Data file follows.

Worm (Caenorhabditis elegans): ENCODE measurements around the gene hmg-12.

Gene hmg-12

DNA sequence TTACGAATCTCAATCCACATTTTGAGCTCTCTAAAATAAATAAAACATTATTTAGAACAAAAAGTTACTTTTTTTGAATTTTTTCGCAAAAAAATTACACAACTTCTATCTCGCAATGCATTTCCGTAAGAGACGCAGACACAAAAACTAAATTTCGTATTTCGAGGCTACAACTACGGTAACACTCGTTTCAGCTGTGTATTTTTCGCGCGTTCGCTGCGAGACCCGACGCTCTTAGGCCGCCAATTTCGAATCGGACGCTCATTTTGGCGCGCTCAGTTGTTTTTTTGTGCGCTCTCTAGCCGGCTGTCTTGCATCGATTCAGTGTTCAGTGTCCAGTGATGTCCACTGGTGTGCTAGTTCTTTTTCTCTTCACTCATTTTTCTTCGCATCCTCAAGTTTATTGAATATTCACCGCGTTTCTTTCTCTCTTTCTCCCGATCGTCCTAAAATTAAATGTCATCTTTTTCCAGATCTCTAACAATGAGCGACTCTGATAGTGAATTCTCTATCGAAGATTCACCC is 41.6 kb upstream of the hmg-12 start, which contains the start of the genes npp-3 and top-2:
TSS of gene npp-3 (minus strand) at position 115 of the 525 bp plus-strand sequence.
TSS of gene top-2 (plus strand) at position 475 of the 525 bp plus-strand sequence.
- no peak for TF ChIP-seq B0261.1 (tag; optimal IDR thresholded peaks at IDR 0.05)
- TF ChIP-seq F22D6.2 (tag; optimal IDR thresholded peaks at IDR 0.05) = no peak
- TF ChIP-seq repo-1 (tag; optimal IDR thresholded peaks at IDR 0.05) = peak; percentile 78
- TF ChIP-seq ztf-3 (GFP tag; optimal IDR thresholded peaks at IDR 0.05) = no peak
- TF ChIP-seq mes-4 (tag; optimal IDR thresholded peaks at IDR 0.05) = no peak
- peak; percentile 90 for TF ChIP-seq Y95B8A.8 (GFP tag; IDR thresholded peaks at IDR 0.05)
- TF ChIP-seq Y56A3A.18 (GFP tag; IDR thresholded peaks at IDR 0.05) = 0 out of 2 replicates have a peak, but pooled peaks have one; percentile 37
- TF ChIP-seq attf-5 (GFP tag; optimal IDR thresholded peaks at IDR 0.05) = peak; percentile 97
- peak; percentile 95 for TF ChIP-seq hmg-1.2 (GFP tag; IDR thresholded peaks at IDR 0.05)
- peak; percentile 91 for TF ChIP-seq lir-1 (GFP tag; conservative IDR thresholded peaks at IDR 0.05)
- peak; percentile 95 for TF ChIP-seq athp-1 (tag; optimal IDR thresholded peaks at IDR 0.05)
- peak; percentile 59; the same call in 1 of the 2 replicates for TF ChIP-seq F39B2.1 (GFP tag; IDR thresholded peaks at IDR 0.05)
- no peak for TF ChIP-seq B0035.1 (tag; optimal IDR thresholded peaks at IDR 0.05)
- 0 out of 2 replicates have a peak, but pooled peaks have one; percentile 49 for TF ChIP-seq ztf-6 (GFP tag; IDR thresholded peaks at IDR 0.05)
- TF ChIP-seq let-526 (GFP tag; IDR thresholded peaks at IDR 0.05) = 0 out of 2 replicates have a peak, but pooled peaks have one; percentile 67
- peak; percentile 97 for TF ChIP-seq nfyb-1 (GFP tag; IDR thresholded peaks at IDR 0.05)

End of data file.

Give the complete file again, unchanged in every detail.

Worm (Caenorhabditis elegans): ENCODE measurements around the gene hmg-12.

Gene hmg-12

DNA sequence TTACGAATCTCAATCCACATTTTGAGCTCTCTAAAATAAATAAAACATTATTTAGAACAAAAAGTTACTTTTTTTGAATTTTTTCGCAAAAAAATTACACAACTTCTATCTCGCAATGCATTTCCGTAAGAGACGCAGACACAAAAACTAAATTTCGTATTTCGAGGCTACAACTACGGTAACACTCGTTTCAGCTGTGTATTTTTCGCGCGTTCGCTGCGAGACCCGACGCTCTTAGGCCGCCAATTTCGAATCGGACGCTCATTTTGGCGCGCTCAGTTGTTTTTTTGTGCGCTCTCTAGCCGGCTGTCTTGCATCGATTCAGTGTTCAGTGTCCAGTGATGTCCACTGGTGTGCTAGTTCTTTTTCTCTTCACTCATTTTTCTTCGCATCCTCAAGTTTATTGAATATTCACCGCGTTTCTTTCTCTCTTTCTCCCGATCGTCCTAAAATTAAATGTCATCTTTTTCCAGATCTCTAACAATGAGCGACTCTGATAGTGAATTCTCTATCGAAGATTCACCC is 41.6 kb upstream of the hmg-12 start, which contains the start of the genes npp-3 and top-2:
TSS of gene npp-3 (minus strand) at position 115 of the 525 bp plus-strand sequence.
TSS of gene top-2 (plus strand) at position 475 of the 525 bp plus-strand sequence.
- no peak for TF ChIP-seq B0261.1 (tag; optimal IDR thresholded peaks at IDR 0.05)
- TF ChIP-seq F22D6.2 (tag; optimal IDR thresholded peaks at IDR 0.05) = no peak
- TF ChIP-seq repo-1 (tag; optimal IDR thresholded peaks at IDR 0.05) = peak; percentile 78
- TF ChIP-seq ztf-3 (GFP tag; optimal IDR thresholded peaks at IDR 0.05) = no peak
- TF ChIP-seq mes-4 (tag; optimal IDR thresholded peaks at IDR 0.05) = no peak
- peak; percentile 90 for TF ChIP-seq Y95B8A.8 (GFP tag; IDR thresholded peaks at IDR 0.05)
- TF ChIP-seq Y56A3A.18 (GFP tag; IDR thresholded peaks at IDR 0.05) = 0 out of 2 replicates have a peak, but pooled peaks have one; percentile 37
- TF ChIP-seq attf-5 (GFP tag; optimal IDR thresholded peaks at IDR 0.05) = peak; percentile 97
- peak; percentile 95 for TF ChIP-seq hmg-1.2 (GFP tag; IDR thresholded peaks at IDR 0.05)
- peak; percentile 91 for TF ChIP-seq lir-1 (GFP tag; conservative IDR thresholded peaks at IDR 0.05)
- peak; percentile 95 for TF ChIP-seq athp-1 (tag; optimal IDR thresholded peaks at IDR 0.05)
- peak; percentile 59; the same call in 1 of the 2 replicates for TF ChIP-seq F39B2.1 (GFP tag; IDR thresholded peaks at IDR 0.05)
- no peak for TF ChIP-seq B0035.1 (tag; optimal IDR thresholded peaks at IDR 0.05)
- 0 out of 2 replicates have a peak, but pooled peaks have one; percentile 49 for TF ChIP-seq ztf-6 (GFP tag; IDR thresholded peaks at IDR 0.05)
- TF ChIP-seq let-526 (GFP tag; IDR thresholded peaks at IDR 0.05) = 0 out of 2 replicates have a peak, but pooled peaks have one; percentile 67
- peak; percentile 97 for TF ChIP-seq nfyb-1 (GFP tag; IDR thresholded peaks at IDR 0.05)